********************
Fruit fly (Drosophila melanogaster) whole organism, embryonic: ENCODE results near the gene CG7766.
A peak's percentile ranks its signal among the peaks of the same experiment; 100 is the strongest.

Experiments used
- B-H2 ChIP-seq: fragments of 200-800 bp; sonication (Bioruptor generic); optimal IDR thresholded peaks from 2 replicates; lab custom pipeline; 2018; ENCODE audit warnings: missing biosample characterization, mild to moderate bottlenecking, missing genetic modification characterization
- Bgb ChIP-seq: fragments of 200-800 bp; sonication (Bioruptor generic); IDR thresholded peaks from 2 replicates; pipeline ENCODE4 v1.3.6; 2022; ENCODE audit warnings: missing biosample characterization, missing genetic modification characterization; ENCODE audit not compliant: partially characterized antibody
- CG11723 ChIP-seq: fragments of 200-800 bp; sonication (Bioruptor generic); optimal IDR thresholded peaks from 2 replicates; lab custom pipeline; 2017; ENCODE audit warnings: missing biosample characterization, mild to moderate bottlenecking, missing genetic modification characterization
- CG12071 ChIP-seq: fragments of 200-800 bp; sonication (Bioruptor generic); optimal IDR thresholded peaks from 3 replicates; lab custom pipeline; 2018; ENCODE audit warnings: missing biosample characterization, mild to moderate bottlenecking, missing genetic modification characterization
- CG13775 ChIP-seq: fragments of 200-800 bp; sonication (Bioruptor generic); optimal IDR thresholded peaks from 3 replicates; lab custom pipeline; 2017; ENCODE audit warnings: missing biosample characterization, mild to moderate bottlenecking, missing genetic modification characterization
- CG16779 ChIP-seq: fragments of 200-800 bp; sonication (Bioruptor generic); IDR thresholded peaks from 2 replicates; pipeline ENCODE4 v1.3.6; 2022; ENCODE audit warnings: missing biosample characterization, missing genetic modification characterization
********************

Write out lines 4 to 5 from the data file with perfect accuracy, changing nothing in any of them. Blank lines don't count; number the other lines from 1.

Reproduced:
- B-H2 ChIP-seq: fragments of 200-800 bp; sonication (Bioruptor generic); optimal IDR thresholded peaks from 2 replicates; lab custom pipeline; 2018; ENCODE audit warnings: missing biosample characterization, mild to moderate bottlenecking, missing genetic modification characterization
- Bgb ChIP-seq: fragments of 200-800 bp; sonication (Bioruptor generic); IDR thresholded peaks from 2 replicates; pipeline ENCODE4 v1.3.6; 2022; ENCODE audit warnings: missing biosample characterization, missing genetic modification characterization; ENCODE audit not compliant: partially characterized antibody